The purpose of this investigation was to examine male ice hockey players’ (N = 85) perceived legitimacy of aggression and professionalization of attitudes across developmental age and competitive level. Findings were analyzed within the complementary conceptual frameworks of social learning theory, professionalization of attitudes, and moral reasoning. Ice hockey players completed a modified, sport-specific version of the Sport Behavior Inventory and a modified version of the Context Modified Webb scale. Results of the investigation revealed that as players increased in age and competitive level, perceived legitimacy of aggressive behavior increased, and their attitudes about sport became increasingly professionalized. Based on the conceptual framework in which the results are interpreted, intervention services by sport psychology practitioners are explored that are aimed at the athlete, the organization, and influential others.

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John Kerr

aggressive behavior and is of only limited relevance to the study of aggression in sport ( Kerr, 2005 ). The traditional view does not take into account sports in which physical aggression plays an integral part. Certain sport activities provide a unique environment in which a special set of conditions

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Paul A. Davis, Louise Davis, Samuel Wills, Ralph Appleby and Arne Nieuwenhuys

of categories from each of the interview transcripts ( Hsieh & Shannon, 2005 ). This method was deemed appropriate as it allowed specific contextual experiences to be identified (e.g., response strategies used by batsmen after aggressive behavior from the bowler). The first stage of the coding

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Mariya A. Yukhymenko-Lescroart

). doi:10.1123/iscj.2018-0029 10.1123/iscj.2018-0029 Silva , J.M. ( 1980 ). Understanding aggressive behavior and its effects upon athletic performance . In W.F. Straub (Ed.), Sport psychology: An analysis of athlete behavior ( 2nd ed. , pp.  177 – 186 ). Ithaca, NY : Mouvement . United States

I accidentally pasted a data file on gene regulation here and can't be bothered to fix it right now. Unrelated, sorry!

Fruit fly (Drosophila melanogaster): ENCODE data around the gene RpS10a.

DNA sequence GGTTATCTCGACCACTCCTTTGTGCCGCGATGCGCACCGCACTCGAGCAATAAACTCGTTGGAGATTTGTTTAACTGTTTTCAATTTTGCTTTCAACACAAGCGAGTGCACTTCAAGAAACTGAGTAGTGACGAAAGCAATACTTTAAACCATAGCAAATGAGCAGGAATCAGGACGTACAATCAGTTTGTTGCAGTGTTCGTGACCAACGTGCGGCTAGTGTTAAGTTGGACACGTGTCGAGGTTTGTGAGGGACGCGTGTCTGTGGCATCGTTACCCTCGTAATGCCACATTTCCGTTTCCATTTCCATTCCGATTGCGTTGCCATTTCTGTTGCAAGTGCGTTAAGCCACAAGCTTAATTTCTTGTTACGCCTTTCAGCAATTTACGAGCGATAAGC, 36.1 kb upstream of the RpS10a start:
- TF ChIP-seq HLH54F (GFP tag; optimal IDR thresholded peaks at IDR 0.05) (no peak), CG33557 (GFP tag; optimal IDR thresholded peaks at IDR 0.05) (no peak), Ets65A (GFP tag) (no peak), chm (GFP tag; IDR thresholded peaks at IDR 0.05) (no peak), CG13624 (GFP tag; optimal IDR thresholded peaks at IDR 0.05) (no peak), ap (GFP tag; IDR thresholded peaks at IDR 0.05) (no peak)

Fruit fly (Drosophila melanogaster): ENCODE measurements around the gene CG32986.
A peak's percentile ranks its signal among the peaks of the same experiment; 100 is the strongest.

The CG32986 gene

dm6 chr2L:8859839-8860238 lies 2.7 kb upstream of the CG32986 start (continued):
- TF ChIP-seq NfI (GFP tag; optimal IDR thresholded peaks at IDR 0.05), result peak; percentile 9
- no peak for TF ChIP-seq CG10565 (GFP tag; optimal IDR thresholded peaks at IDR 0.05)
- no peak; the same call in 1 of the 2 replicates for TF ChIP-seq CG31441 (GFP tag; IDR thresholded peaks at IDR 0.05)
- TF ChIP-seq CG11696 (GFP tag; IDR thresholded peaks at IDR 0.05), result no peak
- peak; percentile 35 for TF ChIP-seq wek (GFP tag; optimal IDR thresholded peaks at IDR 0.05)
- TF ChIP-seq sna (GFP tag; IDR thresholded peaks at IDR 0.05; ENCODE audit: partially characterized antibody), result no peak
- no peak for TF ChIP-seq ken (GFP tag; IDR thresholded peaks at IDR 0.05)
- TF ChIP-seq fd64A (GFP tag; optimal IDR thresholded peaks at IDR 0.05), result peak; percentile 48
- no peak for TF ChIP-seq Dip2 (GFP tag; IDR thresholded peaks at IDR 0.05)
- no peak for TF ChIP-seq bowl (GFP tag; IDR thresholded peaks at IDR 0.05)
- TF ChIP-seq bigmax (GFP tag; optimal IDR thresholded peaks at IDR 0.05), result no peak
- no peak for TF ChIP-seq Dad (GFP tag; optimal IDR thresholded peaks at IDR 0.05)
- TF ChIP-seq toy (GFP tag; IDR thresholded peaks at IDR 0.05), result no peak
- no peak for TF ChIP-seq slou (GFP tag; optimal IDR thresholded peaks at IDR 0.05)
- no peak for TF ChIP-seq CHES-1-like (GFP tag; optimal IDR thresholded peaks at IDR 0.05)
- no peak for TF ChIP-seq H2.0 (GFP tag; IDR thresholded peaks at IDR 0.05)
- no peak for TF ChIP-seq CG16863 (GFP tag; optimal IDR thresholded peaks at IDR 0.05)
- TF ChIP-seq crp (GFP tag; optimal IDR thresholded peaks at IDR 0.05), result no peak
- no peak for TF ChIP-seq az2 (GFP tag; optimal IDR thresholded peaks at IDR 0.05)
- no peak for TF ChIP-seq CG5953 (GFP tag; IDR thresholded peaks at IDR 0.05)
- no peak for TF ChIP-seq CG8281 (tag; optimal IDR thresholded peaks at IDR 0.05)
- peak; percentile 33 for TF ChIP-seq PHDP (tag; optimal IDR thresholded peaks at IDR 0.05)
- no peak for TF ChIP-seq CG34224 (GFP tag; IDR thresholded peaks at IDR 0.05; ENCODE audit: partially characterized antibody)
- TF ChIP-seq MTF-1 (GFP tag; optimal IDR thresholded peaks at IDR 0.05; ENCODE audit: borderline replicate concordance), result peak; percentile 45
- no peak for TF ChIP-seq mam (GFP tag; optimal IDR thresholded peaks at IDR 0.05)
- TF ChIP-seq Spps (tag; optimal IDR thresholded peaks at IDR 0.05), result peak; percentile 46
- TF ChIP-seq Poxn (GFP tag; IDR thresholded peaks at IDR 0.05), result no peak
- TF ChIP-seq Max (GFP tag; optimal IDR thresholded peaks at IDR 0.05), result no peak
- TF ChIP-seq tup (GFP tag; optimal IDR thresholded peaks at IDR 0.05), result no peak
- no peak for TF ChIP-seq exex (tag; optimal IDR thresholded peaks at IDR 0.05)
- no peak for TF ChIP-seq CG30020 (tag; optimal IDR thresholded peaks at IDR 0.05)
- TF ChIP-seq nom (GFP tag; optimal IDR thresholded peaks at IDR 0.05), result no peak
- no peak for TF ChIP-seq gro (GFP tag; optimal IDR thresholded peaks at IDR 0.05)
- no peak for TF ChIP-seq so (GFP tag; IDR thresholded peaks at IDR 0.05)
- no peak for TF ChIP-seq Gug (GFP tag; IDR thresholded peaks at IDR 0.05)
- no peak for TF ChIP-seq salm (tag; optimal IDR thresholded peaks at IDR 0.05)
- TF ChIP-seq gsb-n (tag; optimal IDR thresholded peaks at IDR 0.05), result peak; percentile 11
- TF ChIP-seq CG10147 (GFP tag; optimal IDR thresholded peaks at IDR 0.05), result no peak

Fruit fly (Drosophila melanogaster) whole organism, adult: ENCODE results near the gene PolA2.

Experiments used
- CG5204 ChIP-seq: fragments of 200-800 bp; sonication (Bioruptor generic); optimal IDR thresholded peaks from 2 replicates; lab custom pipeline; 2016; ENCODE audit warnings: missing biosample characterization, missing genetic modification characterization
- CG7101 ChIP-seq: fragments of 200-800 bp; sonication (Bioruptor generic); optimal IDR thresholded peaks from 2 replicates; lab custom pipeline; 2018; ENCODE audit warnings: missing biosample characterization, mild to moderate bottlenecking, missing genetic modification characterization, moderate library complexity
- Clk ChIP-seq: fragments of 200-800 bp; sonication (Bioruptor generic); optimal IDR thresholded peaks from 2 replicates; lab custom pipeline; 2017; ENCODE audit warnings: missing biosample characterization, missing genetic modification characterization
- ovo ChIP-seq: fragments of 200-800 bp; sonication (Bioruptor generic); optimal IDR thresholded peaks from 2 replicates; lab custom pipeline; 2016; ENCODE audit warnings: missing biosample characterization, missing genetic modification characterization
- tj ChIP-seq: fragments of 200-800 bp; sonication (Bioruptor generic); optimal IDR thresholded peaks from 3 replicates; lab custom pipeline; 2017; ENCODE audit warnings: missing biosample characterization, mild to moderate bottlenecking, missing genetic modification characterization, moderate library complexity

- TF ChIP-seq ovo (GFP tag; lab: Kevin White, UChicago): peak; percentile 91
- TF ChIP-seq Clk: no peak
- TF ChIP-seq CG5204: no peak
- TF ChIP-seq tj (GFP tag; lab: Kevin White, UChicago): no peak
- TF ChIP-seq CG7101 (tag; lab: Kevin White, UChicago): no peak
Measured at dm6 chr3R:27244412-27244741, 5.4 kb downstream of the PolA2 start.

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Benjamin G. Serpell, Barry G. Horgan, Carmen M.E. Colomer, Byron Field, Shona L. Halson and Christian J. Cook

assertiveness and cognitive processing, enhancing decision making and skill execution. 12 Testosterone may be regulated by glucocorticoid hormones, such as cortisol, and vice versa. 12 Cortisol, generally considered a “stress” hormone, in a sporting context may be arousing and can lead to increased aggressive

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Sebastian Altfeld, Paul Schaffran, Jens Kleinert and Michael Kellmann

preserve productivity Consumption of sleep-inducing or pain-reducing drugs Social Reduced interest in social activities Impression of being used by others (e.g., colleagues or employer) Aggressive behavior Reduced empathy regarding others (reduced capability to listen to others) Depersonalisation Note

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Nicholas Stanger, Ryan Chettle, Jessica Whittle and Jamie Poolton

. Specifically, anger is a high-arousal emotion that represents a response to an event that is perceived as a demeaning offense against me or mine ( Lazarus, 2000 ). Anger can result in aggressive behavior, particularly if accompanied by intentions to harm another person or after provocation (e.g., Isberg, 2000